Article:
By Janette Dill
The election of Donald Trump has brought attention to a group of voters that helped to bring him into office: the working class, and especially working class men. The shift from a manufacturing-based economy to a service-based economy, referred to as the New Economy, has been a difficult transition for working class men: the percentage of men working in manufacturing and production jobs – jobs that used to be “good jobs” for men without a college degree – has declined by over 50% since the 1970s, and men’s wages have also dropped over the same time period. Working class men’s support for Donald Trump, who has promised a return of the manufacturing economy, shows their frustration with the labor market and their careers.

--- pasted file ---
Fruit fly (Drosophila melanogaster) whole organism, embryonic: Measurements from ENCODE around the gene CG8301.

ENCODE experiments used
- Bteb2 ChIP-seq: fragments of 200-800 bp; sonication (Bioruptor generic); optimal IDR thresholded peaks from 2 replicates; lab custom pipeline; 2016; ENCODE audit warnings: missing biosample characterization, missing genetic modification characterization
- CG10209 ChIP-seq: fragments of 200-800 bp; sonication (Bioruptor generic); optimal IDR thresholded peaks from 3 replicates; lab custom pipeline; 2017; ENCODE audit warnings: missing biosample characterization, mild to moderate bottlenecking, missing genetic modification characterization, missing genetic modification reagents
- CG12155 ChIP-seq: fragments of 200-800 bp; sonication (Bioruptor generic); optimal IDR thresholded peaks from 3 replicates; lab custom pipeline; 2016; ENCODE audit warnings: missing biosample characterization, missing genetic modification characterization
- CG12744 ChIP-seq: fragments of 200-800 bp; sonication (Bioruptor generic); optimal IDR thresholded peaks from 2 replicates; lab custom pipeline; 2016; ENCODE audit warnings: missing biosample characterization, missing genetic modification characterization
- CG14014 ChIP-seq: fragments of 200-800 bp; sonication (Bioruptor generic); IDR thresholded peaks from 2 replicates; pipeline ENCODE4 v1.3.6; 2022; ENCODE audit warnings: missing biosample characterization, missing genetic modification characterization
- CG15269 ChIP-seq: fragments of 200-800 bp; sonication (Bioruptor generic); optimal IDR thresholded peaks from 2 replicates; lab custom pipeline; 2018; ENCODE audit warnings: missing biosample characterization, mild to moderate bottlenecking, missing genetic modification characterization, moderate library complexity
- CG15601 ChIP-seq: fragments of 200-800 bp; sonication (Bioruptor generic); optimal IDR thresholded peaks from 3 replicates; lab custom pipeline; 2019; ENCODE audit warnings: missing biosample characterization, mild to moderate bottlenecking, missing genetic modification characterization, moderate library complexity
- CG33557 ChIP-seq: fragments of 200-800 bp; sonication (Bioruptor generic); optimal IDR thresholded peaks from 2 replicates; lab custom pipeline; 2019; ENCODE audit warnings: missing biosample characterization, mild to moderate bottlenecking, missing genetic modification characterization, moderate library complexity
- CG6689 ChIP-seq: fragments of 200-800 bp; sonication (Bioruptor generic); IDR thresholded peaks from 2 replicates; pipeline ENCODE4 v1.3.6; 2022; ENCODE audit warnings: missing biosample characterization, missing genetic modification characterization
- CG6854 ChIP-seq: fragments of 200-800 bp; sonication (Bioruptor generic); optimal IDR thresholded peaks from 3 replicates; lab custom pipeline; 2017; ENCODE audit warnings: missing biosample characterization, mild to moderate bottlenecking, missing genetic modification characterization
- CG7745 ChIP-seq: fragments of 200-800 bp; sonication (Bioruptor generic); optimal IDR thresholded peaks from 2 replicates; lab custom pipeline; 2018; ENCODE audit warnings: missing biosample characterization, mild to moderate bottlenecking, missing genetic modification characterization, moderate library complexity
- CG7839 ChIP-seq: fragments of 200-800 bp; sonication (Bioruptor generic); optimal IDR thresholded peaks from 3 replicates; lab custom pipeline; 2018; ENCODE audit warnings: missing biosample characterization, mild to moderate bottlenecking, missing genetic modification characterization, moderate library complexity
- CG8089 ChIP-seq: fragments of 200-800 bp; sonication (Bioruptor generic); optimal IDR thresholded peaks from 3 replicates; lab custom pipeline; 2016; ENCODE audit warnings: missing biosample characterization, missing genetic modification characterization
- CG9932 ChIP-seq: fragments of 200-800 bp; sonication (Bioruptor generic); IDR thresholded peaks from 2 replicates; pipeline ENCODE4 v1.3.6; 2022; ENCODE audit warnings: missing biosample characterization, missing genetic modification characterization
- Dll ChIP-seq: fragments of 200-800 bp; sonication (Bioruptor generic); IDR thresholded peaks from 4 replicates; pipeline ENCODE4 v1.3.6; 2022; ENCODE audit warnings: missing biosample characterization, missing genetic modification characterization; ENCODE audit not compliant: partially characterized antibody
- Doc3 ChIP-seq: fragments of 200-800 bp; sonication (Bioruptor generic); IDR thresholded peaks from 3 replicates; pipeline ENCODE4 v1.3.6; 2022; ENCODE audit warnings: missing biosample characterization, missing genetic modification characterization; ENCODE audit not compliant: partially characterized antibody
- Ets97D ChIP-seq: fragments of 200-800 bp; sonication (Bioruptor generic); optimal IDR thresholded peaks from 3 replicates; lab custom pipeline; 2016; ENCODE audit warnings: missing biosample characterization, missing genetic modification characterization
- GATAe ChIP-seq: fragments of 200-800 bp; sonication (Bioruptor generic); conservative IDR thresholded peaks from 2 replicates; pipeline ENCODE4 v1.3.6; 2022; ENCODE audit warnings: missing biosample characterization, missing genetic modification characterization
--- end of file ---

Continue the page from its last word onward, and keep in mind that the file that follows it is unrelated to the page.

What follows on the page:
As male-dominated manufacturing and production jobs have declined, there has been a concurrent rise in demand for many female-dominated occupations, such as nursing assistants, home health aides, and child care workers. However, few working class men are entering these female-dominated occupations, despite high demand for these workers. Why? A recent article in the New York Times explored this issue, asking why men don’t want to do work that is mostly done by women. The article primarily focuses on the masculine identity; men don’t want to do jobs that require doing tasks that are associated with femaleness, such as caring for an elderly person or child. Indeed, the swagger and machismo of Donald Trump promises not only a return of men’s manufacturing jobs, but a return of the working class masculine identity. Continue reading “Will working class men go into jobs mostly done by women?”